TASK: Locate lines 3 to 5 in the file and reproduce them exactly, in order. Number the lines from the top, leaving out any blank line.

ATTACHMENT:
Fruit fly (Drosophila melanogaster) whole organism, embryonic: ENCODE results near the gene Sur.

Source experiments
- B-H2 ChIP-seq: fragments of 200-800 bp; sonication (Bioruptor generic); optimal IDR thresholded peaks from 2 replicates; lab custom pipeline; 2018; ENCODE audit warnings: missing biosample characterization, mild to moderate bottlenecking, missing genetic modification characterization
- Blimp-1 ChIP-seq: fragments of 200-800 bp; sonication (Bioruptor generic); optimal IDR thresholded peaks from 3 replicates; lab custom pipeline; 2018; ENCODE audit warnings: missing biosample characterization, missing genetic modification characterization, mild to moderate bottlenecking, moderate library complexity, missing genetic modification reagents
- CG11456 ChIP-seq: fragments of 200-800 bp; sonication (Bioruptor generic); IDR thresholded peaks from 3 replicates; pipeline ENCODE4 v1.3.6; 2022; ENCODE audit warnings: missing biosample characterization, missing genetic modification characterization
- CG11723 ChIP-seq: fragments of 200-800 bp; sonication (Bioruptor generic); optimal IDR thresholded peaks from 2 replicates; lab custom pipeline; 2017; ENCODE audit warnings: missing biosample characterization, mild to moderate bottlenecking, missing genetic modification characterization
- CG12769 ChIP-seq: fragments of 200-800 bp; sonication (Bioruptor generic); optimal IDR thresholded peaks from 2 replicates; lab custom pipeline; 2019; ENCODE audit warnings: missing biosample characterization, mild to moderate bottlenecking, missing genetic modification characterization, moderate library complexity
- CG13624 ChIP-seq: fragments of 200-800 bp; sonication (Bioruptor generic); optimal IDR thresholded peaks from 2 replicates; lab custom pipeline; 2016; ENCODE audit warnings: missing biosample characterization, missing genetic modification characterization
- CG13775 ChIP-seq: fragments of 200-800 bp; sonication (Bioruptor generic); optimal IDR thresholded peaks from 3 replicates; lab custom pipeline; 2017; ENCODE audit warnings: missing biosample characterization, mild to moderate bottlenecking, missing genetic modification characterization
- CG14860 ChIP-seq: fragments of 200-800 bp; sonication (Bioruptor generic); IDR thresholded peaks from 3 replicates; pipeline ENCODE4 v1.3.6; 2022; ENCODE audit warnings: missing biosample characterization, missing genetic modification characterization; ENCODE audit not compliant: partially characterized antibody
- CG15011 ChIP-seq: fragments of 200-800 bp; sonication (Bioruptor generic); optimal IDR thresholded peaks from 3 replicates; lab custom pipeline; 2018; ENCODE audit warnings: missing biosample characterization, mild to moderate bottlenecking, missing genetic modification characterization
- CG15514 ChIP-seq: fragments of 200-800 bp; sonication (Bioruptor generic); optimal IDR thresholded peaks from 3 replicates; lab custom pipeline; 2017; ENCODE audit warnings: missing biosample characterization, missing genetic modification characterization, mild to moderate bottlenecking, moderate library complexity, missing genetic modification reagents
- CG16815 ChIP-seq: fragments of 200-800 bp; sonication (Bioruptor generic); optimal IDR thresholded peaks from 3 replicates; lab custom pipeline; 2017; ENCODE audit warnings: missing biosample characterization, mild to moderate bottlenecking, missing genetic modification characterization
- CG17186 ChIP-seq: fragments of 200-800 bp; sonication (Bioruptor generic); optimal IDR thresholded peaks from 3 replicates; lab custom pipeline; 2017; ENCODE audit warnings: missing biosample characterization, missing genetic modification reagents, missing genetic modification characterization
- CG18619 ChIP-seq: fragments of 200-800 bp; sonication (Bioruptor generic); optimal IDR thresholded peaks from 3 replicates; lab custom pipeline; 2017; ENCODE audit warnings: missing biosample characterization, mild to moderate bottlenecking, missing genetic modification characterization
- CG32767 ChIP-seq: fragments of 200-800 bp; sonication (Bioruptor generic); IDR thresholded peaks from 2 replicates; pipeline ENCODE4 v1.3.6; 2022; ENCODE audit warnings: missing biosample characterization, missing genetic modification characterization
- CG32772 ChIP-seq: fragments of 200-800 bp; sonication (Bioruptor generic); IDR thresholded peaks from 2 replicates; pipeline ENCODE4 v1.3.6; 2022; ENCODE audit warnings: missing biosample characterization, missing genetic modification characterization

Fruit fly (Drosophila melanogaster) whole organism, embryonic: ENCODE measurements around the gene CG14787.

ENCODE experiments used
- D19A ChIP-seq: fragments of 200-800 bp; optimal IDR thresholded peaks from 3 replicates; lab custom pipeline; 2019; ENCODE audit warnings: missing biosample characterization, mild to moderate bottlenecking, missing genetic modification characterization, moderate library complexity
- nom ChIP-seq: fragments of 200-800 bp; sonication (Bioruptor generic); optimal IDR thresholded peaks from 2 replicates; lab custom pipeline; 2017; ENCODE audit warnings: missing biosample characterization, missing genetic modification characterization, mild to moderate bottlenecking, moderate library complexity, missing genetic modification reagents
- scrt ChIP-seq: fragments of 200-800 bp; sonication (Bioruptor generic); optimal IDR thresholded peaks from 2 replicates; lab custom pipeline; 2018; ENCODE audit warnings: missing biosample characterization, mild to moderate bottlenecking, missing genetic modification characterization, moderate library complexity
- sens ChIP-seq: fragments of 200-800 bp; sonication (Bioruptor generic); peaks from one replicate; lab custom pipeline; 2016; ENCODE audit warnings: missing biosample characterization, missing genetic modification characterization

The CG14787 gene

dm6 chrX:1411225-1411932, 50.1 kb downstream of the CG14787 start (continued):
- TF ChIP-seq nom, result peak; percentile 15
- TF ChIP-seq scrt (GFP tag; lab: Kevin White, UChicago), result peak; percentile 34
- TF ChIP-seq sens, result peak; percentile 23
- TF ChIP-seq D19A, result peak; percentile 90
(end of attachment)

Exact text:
- B-H2 ChIP-seq: fragments of 200-800 bp; sonication (Bioruptor generic); optimal IDR thresholded peaks from 2 replicates; lab custom pipeline; 2018; ENCODE audit warnings: missing biosample characterization, mild to moderate bottlenecking, missing genetic modification characterization
- Blimp-1 ChIP-seq: fragments of 200-800 bp; sonication (Bioruptor generic); optimal IDR thresholded peaks from 3 replicates; lab custom pipeline; 2018; ENCODE audit warnings: missing biosample characterization, missing genetic modification characterization, mild to moderate bottlenecking, moderate library complexity, missing genetic modification reagents
- CG11456 ChIP-seq: fragments of 200-800 bp; sonication (Bioruptor generic); IDR thresholded peaks from 3 replicates; pipeline ENCODE4 v1.3.6; 2022; ENCODE audit warnings: missing biosample characterization, missing genetic modification characterization